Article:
NANETTE K. LAUGHREY, DISTRICT JUDGE
Defendant The Curators of the University of Missouri (the “University”) has moved to strike Plaintiffs' claims for punitive damages in Counts I, II, III, and V and their claims for attorneys' fees in Count IV of the Second Amended Complaint. Doc. 83. For the reasons discussed below, the motion is granted.
I. PROCEDURAL BACKGROUND
Plaintiffs, two former students at the University, asserted five claims against the University: four arising under Title IX, and one for breach of contract.
On August 25, 2021, the University moved to dismiss Counts II and IV and to strike Plaintiffs' claims for punitive damages in Counts I, II, III, and V and their claims for attorneys' fees in Count IV of Plaintiffs' Second Amended Complaint. Doc. 83. As all but the issues of attorneys' fees and punitive damages were the subject of a subsequent motion by the University for summary judgment, the Court denied the motion to dismiss without prejudice, but gave the University leave to later raise any arguments in the motion to dismiss that had not been resolved by the motion for summary judgment. Docs. 139, 140. On July 15, 2022, the University sought leave to file a summary judgment motion on issues of, inter alia, punitive damages and attorneys' fees. The Court construed that motion as one seeking reinstatement of Defendant's motion to dismiss and related briefing with respect to the issues of attorneys' fees and punitive damages, and granted that motion. The Court specified that it would consider only the briefing previously filed in connection with the motion to dismiss (Docs. 84, 91, and 94) in deciding the issues of punitive damages and attorneys' fees.
A. Whether Punitive Damages Are Available for Title IX Claims
Defendant argues that Title IX is Spending Clause legislation and therefore, only traditional contractual remedies are available, and such remedies do not include punitive damages.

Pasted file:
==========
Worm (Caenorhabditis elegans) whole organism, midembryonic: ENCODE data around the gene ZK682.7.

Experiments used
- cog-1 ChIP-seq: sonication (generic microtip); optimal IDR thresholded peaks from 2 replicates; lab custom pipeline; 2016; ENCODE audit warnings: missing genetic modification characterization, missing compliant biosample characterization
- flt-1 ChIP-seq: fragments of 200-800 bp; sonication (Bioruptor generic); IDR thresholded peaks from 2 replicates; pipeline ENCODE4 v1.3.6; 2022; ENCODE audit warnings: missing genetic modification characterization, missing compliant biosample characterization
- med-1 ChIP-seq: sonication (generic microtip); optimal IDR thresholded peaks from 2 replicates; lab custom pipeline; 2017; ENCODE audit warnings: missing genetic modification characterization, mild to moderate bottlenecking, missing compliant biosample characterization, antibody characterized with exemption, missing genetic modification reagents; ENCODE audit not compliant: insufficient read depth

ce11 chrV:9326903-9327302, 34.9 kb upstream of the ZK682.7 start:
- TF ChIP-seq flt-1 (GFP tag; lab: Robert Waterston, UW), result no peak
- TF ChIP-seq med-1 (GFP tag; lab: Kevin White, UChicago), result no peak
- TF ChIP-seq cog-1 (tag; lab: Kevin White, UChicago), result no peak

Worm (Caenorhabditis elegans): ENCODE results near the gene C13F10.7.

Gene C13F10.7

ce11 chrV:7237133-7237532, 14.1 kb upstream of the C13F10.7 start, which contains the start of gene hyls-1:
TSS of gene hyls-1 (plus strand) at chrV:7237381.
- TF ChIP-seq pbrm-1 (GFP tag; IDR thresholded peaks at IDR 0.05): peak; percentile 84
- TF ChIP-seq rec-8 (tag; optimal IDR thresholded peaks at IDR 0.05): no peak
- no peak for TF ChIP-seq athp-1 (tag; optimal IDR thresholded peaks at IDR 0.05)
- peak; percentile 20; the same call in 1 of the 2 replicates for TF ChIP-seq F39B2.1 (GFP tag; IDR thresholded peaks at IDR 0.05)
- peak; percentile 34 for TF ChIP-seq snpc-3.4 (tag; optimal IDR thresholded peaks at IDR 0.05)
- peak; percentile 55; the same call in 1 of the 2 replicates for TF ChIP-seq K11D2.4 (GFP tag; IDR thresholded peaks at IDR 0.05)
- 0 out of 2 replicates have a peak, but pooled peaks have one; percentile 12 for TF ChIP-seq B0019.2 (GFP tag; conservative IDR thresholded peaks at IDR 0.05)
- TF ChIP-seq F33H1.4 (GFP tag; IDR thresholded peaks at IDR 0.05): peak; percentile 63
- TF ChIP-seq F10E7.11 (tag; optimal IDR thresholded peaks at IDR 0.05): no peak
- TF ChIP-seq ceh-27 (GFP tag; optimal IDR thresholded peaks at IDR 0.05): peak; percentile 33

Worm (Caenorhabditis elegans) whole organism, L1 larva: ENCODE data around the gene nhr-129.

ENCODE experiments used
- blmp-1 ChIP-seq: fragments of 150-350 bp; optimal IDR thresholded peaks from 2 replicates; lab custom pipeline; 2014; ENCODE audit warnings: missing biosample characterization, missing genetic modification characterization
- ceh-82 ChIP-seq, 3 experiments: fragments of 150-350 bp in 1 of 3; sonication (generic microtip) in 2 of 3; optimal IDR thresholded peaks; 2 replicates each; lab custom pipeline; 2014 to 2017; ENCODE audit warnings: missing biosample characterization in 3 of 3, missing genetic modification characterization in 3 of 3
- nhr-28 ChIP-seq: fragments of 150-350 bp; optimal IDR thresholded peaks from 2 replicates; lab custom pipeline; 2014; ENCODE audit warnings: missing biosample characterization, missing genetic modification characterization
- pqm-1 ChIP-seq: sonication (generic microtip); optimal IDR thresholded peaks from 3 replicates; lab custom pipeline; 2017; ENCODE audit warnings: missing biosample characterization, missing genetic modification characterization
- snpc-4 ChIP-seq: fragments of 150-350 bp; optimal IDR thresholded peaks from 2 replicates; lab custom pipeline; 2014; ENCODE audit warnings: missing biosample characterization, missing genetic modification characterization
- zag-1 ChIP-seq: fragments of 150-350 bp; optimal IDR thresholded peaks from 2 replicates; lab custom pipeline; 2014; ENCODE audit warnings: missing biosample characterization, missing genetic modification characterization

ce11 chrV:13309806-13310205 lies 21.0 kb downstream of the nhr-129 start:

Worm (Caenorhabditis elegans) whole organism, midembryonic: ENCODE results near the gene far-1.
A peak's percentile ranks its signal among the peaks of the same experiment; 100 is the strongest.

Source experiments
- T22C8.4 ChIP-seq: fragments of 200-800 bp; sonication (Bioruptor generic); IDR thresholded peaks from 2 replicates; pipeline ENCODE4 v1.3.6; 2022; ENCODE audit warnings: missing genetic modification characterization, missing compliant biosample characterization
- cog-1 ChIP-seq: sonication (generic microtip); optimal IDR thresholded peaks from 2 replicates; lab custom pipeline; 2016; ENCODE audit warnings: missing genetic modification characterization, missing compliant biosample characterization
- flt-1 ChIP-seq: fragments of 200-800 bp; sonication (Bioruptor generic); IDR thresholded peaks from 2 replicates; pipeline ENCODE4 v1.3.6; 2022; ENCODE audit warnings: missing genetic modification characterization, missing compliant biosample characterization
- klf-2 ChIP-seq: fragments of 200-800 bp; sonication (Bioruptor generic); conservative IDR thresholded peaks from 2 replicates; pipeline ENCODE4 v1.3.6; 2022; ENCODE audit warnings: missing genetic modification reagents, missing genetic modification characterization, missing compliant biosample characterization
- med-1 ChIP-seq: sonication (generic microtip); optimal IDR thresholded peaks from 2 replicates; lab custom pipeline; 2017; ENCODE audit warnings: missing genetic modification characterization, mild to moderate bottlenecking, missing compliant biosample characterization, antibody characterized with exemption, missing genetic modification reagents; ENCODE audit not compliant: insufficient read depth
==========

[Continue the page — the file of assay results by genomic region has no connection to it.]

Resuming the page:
In Barnes v. Gorman, 536 U.S. 181, 188 (2002), the Supreme Court held that punitive damages are not available in suits brought pursuant to Title VI. The Supreme Court also noted in that case that “the Court has interpreted Title IX consistently with Title VI.” Id. at 185. The Supreme Court recently reaffirmed these conclusions. See Cummings v. Premier Rehab Keller, P.L.L.C., 142 S.Ct. 1562, 1565 (2022) (“[I]n Barnes, which involved the question whether punitive damages are available under the same statutes, the Court followed the contract analogy and concluded that a federal funding recipient may be considered on notice that it is subject to those remedies traditionally available in suits for breach of contract. Given that punitive damages are generally not available for breach of contract, the Court concluded that funding recipients have not, merely by accepting funds, implicitly consented to liability for punitive damages.” (quotation marks and citations omitted)).
Given this binding and unequivocal precedent, the Court cannot but conclude that punitive damages are not available in connection with the claims under Title IX. See, e.g., Mercer v. Duke Univ., 401 F.3d 199, 202 (4th Cir. 2005) (“In Barnes, the Supreme Court held that punitive damages are not available for private actions brought under Title VI. Because Title IX is interpreted consistently with Title VI, the Supreme Court's decision in Barnes compelled us to vacate Mercer's punitive damage award.” (citations omitted)).
Plaintiffs cite Wolfe v. Fayetteville, Arkansas Sch. Dist., 600 F.Supp.2d 1011, 1026 (W.D. Ark. 2009), to argue that the issue of availability of punitive damages in Title IX cases has not yet been resolved, but Wolfe did not analyze whether punitive damages are available under Title IX. Rather, Wolfe, which did not even mention Barnes, stated that additional briefing would be required to resolve the issue. Wolfe thus does not support Plaintiffs' position.
B. Whether Plaintiffs Would Be Entitled to Attorneys' Fees on the Contract Claim
The University argues that Plaintiffs are not entitled to attorneys' fees on the contract claim, as they have not pointed to any contractual provision or statute that would entitle them to such fees. Plaintiffs appear to have conceded this point, as they did not respond to it in any fashion.
“Missouri follows the American Rule on attorneys' fees, which provides that each party to litigation must pay its own litigation expenses unless a statute specifically authorizes recovery of attorneys' fees or a contract provides for them.” Crutcher v. MultiPlan, Inc., 22 F.4th 756, 76364 (8th Cir. 2022). As Plaintiffs have not suggested that any statute or contract permits recovery of attorneys' fees in connection with their contract claim, the request for attorneys' fees must be struck.
For the reasons discussed above, the University's reinstated motion to strike (1) Plaintiffs' claims for punitive damages in Counts I, II, III, and V and (2) Plaintiffs' claims for attorneys' fees in Count IV of the Second Amended Complaint, Doc. 83, is GRANTED. The requests for punitive damages in connection with the Title IX claims and the request for attorneys' fees in connection with the claims for breach of contract are STRUCK.